Of course, there is a Jewish festival in midwinter--Hanukkah, the Feast of Lights. Of course, the Miracle of the Lamps occurs in the Maccabees, scriptures that have been excised not only from the Old Testament that the Protestants use, but also from the scriptures used by modern Jews (who, nevertheless, celebrate the festival for eight nights). The significance of the number eight here should mean something too--for, since the earliest times, the number eight has been associated with Christ. The Kingdom of Heaven is called the Eighth Day, and the whole of the new creation is centered on the theological significance of the perfection of Christ, who is both Alpha and Omega, origin and ending, the summation of all things. So, if the Light burned for eight days in the temple, through a miracle, why do we fail to see that the True Light burned for eight days in a cave in Bethlehem of Judea, in a manger of beasts, revealing for us that He was both Truly God and Truly Man, and that the uncontainable, uncircumscribable God, submitted to the circumcision of His flesh to as evidence of His equality with us in His taking on flesh. In submitting to circumcision, He proved His humanity--He was able to be cut, to have that flesh which He put on removed, foreshadowing for those with eyes to see it, His passion and the pains which He would suffer for us all.
Christmas, then, is not the Christian appropriation of some pagan feast, but the fulfillment of yet another Jewish one; and in keeping it properly, with all the attendant days of the twelve day feast, we see that on the eighth day, Christ is circumcised in the flesh, so that we might be free of the law and can be circumcised in our hearts. And thus, the arguments of those who would try to destroy the importance of the Feast of the Nativity, or Christmas, by calling it a pagan feast do so at their own peril: for to deny that significance of the Feast where we celebrate the Incarnation (which includes the Feasts of the Nativity, the Synaxis of the Mother of God, the Circumcision of Christ, and culminates with the Theophany, that is, the revealing of His Godhood at His baptism in the Jordan) is to deny that He is the God made man, the Savior of the world, who put on flesh for our sake and suffered that we might be free of the curse of sin and death. Woe to those who deny His Divinity! But greater woe to those who deny His humanity, for, as St. Gregory the Theologian so eloquently stated, "That which is unassumed is unhealed." If Christ is not fully man, in addition to being fully God, then whatever part of Him was not totally as we are, that same part was not redeemed by Him for us. And to say that He was not the perfect sacrifice for sin is the same thing as saying that He is not the Savior, not the Christ.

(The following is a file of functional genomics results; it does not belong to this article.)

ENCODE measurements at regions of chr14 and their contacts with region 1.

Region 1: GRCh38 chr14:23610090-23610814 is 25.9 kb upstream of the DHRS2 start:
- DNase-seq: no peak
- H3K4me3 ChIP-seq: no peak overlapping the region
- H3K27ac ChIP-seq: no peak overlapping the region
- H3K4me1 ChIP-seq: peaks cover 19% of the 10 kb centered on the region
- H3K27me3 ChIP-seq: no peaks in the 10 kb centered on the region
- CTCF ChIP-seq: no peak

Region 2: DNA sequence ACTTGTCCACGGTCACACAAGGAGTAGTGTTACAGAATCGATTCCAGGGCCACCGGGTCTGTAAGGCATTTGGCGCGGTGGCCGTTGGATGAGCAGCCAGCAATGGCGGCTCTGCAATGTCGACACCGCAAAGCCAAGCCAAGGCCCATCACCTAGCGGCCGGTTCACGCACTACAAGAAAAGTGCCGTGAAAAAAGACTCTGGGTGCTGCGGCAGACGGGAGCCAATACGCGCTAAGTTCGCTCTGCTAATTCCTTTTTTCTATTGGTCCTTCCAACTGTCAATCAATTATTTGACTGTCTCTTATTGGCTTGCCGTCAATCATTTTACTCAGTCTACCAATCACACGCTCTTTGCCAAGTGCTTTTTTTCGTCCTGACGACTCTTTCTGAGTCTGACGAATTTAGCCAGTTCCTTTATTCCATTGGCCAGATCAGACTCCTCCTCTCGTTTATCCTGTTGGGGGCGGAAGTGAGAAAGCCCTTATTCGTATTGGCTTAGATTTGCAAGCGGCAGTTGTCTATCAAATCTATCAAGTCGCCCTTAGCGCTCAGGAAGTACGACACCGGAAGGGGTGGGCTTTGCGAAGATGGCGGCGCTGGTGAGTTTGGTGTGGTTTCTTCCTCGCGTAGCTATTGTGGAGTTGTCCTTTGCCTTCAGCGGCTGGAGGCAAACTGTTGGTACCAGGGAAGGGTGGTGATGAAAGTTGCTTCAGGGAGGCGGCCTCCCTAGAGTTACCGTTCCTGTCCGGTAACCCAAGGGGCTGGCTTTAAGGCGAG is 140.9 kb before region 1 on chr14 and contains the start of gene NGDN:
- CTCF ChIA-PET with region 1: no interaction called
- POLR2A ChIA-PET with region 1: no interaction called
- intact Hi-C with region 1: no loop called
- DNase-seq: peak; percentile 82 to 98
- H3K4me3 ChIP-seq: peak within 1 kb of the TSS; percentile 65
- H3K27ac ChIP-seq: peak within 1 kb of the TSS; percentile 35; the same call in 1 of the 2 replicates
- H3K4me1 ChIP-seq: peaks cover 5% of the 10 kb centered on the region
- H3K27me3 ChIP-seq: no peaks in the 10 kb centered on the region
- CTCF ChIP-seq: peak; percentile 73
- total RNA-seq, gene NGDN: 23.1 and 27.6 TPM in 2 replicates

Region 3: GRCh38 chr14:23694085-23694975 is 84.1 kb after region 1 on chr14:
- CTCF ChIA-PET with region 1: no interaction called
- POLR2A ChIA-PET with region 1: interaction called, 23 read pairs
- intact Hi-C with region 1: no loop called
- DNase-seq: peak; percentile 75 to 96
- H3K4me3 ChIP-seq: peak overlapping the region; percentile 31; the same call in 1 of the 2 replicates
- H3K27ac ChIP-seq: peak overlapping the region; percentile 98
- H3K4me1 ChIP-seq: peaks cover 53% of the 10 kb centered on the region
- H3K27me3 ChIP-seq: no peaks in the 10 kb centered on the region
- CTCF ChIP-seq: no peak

So, in the spirit of Christmas, let us leave such foolish notions alone, and remember that:
Kontakion of the Feast (Tone 3)
Today the Virgin gives birth to the Transcendent One,
and the earth offers a cave to the Unapproachable One.
Angels with Shepherds glorify Him,
the wise men journey with the star;
since for our sake the eternal God was born as a little child.